All the arrangements had been made weeks in advance: the dinner reservation, the hotel room in Philadelphia and finally, crucially, the babysitter. After a volley of phone calls and faxes with the hotel concierge, I'd confirmed that a nanny would show up at 8 o'clock to watch our baby while my wife and I went out to eat. Around 5, just to double-check, I rode the elevator down to the lobby. "I'm sorry, Mr. Wells, but I don't see any record of your request," the concierge said. He checked with the nanny service; all their sitters were booked. "I can call my manager and see if we can help," he offered.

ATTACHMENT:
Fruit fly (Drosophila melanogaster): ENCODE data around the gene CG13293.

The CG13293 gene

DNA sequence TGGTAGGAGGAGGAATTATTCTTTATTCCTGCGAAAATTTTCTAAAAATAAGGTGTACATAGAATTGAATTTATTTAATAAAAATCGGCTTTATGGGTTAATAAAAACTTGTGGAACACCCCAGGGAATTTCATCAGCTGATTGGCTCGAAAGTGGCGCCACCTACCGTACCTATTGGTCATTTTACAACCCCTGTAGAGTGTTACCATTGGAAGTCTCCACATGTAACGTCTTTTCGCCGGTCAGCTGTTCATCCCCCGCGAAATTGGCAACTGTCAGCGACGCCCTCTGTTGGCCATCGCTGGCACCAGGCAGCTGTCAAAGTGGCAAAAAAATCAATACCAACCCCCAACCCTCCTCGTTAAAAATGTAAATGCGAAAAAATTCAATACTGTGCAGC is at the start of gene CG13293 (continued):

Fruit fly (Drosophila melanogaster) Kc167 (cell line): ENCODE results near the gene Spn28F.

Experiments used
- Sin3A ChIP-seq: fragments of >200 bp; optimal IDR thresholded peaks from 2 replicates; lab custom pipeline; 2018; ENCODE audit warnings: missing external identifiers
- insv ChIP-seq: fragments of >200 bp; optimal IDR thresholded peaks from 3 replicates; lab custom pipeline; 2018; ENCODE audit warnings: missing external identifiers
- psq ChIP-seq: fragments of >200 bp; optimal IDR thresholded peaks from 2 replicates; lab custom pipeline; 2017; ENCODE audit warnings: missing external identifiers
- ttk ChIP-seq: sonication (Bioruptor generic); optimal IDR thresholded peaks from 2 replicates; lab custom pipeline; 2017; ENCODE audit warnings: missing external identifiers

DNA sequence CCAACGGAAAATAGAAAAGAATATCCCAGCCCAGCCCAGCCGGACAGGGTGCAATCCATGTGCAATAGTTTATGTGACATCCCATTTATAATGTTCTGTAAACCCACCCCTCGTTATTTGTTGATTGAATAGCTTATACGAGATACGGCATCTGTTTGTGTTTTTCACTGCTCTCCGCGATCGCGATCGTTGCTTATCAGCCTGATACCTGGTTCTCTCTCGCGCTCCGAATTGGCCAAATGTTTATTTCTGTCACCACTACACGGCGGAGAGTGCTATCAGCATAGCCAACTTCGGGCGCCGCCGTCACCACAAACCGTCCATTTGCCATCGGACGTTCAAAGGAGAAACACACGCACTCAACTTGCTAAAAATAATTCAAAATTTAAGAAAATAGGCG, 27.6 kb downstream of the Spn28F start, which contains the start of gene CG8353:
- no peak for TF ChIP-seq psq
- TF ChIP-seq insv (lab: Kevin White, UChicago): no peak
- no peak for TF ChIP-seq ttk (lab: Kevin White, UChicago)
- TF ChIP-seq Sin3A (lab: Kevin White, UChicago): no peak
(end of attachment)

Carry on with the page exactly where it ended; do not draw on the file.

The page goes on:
"Please do," I begged. "I've waited 20 years for this meal!"
Our dinner reservation was at Le Bec-Fin, a restaurant I've dreamed about since college. When I arrived at the University of Pennsylvania in 1981, the school's promotional brochures bragged about what everybody in town called "the Philadelphia restaurant renaissance." The greatest of the renaissance chefs, the Michelangelo of Walnut Street, was Georges Perrier, who learned his craft at La Pyramide in France and began cooking in Philadelphia in the late '60s as a young man. By the time I arrived in the city, his Le Bec-Fin was recognized, both by the nation's reigning food critics and by the locals, as the best restaurant in town, maybe the best in the country.